On this day in 1868, the Fort Laramie Treaty was signed by the United States government and representatives of the Sioux Nation. The treaty officially recognised the sacred Black Hills of South Dakota and Wyoming as part of the Great Sioux Reservation, and set the land aside for the exclusive use of its indigenous inhabitants. During the nineteenth century, spurred by the overcrowding of Eastern states and by the providential mission of ‘Manifest Destiny’, Americans increasingly sought to expand westward. As settlers encroached on Native American land, violence became an integral part of life on the frontier. A congressional committee report in 1867 encouraged the establishment of an Indian Peace Commission, with the intention of ending the conflict. The U.S. government sought to make treaties with Native Americans which would force them to give up their land and move onto western reservations. One such treaty was made in Fort Laramie, Wyoming, in 1868. However, the U.S. soon sent General George Custer to the Black Hills in 1874 in search of gold mines. Once gold was discovered, prospectors descended on the area, and the army began to confront the Sioux. In 1876, Custer’s army at the Little Bighorn river was annihilated by Sioux and Cheyenne fighters. Despite this devastating loss, the war continued, and in 1877 the United States confiscated the Black Hills. The Sioux people continued to protest the illegal seizure of their ancestral land. They won a significant legal victory in 1980, when the Supreme Court ordered financial compensation for the loss of the land; the Sioux, however, refused payment and continued to demand the return of their land.

“From this day forward all war between the parties to this agreement shall for ever cease. The government of the United States desires peace, and its honor is hereby pledged to keep it.”
- Article I of the Fort Laramie Treaty, 1868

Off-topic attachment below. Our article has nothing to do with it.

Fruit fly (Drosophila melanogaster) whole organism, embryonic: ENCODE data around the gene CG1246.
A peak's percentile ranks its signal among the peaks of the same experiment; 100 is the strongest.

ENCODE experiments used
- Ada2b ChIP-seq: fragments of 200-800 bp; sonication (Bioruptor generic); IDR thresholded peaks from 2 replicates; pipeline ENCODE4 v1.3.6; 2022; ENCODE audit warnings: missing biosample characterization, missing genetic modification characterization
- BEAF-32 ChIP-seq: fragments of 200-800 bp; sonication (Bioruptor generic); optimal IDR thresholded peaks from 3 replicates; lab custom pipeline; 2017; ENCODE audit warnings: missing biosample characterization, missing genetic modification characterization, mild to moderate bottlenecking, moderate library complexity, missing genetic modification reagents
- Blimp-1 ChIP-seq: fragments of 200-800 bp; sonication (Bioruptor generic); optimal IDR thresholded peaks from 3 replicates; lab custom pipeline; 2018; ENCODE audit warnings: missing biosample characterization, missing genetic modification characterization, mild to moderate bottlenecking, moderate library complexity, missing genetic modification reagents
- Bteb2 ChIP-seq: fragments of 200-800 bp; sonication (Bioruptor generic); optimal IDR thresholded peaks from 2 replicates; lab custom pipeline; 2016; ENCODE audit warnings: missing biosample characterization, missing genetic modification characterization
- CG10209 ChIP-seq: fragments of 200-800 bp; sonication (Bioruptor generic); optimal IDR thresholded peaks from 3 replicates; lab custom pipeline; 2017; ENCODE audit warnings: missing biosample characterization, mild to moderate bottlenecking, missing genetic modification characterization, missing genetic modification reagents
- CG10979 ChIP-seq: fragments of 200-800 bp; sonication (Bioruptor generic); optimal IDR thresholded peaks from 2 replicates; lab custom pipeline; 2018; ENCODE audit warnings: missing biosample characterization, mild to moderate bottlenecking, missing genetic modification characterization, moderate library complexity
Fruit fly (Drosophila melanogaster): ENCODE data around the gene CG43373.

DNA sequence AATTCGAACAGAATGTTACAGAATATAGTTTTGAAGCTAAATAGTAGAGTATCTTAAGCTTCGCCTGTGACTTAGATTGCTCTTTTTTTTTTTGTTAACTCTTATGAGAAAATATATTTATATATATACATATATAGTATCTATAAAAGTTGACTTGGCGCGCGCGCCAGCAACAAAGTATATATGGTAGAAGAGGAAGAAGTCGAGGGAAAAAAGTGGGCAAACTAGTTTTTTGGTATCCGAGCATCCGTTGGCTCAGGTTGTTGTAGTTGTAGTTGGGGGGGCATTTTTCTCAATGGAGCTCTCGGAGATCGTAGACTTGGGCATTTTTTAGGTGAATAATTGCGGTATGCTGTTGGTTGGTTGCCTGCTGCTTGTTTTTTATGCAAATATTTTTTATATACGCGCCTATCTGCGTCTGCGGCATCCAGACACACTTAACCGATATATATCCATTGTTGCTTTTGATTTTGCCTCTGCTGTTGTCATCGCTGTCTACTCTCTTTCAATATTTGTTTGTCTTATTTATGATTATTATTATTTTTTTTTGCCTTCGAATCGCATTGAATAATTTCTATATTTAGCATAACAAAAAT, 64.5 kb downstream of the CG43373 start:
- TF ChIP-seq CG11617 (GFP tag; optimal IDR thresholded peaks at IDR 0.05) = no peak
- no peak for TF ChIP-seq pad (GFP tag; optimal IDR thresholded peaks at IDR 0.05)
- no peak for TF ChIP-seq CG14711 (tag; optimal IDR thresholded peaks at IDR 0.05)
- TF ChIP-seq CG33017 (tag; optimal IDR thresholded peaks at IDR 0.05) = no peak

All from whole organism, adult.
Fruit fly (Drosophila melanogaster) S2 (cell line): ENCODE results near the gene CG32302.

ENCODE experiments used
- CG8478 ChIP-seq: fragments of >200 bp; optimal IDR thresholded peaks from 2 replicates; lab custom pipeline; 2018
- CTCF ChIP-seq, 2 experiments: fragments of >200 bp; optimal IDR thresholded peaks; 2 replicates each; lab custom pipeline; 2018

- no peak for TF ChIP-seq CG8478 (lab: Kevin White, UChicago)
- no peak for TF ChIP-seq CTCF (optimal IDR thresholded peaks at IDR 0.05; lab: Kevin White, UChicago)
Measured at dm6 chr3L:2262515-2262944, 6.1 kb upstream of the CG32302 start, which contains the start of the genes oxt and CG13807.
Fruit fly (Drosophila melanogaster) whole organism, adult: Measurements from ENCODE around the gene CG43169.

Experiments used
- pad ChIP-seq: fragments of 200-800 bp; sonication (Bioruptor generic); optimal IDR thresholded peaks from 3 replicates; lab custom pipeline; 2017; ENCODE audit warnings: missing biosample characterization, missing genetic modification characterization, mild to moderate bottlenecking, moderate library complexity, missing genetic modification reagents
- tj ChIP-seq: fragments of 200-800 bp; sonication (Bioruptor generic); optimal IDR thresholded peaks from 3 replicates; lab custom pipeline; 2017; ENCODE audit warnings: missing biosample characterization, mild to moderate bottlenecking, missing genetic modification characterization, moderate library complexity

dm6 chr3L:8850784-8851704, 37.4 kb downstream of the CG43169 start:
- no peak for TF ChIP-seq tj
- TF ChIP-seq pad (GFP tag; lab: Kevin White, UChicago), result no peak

Studio portrait (sitting and standing) of Native American (Ute) and white men and women in Washington, D. C. for the Brunot Treaty signing - Chamberlain - 1874 - Left to right- Back row Washington (Northern Ute), Susan (sister of Chief Ouray), Johnson #2 (Susan’s husband), Capt. Jack (leader of Thornberg ambush), John. Middle row: Uriah M. Curtis (First interpreter for Northern Utes), J. B. Thompson (agent at the Denver Ute Agency), Chas Adams (agent of the Los Pinos Agency, 1872-75), Otto Mears. Front row: Guerro (not Ouray’s father), Chipeta, Ouray, Piah (Tabeguache Ute chief).                  

Delegation of Colorado Ute Indians together with white escorts in Washington D. C. who formulated the Kit Carson Treaty of 1868 

Image of a oval portrait of Kit Carson and a triptych of standing portraits of the delegation of representatives from the Tabeguache, Moache, Capote, Weeminuche, Yampa, Grand River, and Uintah bands of Native American Utes and white delegates in Washington D. C. to sign the Kit Carson Treaty, providing a single reservation of all Ute bands with agencies at Los Pinos and Grand River, Colorado. First group portrait includes “Ank-o-tash, Pe-a-ach, Su-ru-ipe, G. M. Curtis, interpreter;” second group: “Geo. M. Chilcott, Colorado Delegate Congress, Sa-wa-ich, Albert G. Boone, grandson Dan'l Boone, A. C. Hunt, Gov. Colorado, Capt. Jack, Nic-a-a-gat, Hiram P. Bennet, 1st Delegate to Congress Colorado; third group: "Lafayette Head, Ind. Agt., Daniel C. Oaks, Ind. Agt., Waro, Ouray, Edward Kellogg, Capote.”                                

Little Robe, Cheyenne Chief

Photographer: William Henry Jackson
Date: 1878?
From the William Blackmore collection, Negative Number 058636

Little Robe survived the massacre at Sand Creek, Colorado, on November 29, 1864, where he lost most of his family. Despite (or because of) the violence he witnessed during the American Indian Wars, Little Robe became an advocate for peace, leading treaty negotiations and diplomatic delegations until his death in 1886.

Native American Lands Sold under the Dawes Act

By 1871, the federal government stopped signing treaties with Native Americans and replaced the treaty system with a law giving individual Indians ownership of land that had been tribal property. This “Indian Homestead Act,” official known as the Dawes Act, was a way for some Indians to become U.S. citizens.